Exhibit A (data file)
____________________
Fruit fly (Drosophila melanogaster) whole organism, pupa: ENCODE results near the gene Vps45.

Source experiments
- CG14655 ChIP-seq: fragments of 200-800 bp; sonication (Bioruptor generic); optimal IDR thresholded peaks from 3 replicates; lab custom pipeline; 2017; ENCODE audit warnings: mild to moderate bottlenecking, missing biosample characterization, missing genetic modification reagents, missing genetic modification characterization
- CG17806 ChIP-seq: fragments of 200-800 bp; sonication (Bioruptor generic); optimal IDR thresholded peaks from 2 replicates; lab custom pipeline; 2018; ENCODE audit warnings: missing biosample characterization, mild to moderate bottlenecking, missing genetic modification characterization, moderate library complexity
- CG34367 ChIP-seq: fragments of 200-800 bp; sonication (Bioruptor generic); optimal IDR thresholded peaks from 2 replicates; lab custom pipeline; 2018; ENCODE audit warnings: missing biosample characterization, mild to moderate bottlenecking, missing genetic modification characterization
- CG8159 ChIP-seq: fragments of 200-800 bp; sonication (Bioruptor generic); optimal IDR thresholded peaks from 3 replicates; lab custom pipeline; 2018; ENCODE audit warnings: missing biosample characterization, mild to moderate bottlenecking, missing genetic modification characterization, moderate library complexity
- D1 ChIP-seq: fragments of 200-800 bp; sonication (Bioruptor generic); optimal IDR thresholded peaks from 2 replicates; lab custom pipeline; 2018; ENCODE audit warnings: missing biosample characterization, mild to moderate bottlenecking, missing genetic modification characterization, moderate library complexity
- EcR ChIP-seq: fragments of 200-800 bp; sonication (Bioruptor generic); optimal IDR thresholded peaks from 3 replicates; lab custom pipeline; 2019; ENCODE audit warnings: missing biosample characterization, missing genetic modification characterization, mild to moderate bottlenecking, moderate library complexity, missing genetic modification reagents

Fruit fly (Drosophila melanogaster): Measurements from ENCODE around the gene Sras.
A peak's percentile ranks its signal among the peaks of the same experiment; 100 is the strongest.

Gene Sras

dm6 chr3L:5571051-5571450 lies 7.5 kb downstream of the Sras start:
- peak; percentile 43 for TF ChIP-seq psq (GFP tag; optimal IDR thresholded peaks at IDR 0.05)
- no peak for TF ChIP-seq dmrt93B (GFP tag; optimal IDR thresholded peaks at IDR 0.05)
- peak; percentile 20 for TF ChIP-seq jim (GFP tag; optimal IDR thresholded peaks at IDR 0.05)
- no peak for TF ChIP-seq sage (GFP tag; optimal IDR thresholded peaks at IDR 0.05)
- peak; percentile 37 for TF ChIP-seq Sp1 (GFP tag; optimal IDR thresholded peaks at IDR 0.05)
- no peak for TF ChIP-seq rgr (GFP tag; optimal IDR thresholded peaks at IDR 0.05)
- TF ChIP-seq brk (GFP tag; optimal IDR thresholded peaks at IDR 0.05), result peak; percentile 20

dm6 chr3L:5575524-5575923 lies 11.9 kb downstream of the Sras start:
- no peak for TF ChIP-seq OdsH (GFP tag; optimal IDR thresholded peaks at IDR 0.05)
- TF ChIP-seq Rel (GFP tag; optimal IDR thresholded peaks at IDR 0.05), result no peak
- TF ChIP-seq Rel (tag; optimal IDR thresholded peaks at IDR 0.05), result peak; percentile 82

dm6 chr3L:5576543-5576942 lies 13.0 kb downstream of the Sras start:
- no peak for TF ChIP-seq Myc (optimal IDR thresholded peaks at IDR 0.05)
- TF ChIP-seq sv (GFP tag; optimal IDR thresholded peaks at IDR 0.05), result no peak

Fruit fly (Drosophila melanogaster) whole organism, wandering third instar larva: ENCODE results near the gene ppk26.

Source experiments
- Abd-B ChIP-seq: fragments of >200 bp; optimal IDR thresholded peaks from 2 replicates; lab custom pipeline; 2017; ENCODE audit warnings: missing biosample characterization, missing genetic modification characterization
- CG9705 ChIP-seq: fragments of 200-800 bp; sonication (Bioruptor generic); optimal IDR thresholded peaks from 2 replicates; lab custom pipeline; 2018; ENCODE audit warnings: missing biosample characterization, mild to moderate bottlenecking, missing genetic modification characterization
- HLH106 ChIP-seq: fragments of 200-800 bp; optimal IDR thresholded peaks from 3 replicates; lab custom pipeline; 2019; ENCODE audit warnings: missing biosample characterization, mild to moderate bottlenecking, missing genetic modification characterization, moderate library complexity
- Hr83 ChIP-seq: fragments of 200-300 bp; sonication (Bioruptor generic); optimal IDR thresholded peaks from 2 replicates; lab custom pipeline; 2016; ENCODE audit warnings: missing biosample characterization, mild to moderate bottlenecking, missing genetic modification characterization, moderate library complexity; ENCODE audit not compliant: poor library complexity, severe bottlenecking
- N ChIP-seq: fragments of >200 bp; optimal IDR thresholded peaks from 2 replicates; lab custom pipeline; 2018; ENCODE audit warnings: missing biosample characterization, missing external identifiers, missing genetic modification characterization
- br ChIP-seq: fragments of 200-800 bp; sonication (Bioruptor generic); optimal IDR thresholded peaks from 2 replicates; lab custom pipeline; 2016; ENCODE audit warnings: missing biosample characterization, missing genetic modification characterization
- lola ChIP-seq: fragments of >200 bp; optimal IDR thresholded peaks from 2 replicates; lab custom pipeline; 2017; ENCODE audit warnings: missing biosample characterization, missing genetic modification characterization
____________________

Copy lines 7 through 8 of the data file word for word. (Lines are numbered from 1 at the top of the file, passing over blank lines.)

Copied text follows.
- D1 ChIP-seq: fragments of 200-800 bp; sonication (Bioruptor generic); optimal IDR thresholded peaks from 2 replicates; lab custom pipeline; 2018; ENCODE audit warnings: missing biosample characterization, mild to moderate bottlenecking, missing genetic modification characterization, moderate library complexity
- EcR ChIP-seq: fragments of 200-800 bp; sonication (Bioruptor generic); optimal IDR thresholded peaks from 3 replicates; lab custom pipeline; 2019; ENCODE audit warnings: missing biosample characterization, missing genetic modification characterization, mild to moderate bottlenecking, moderate library complexity, missing genetic modification reagents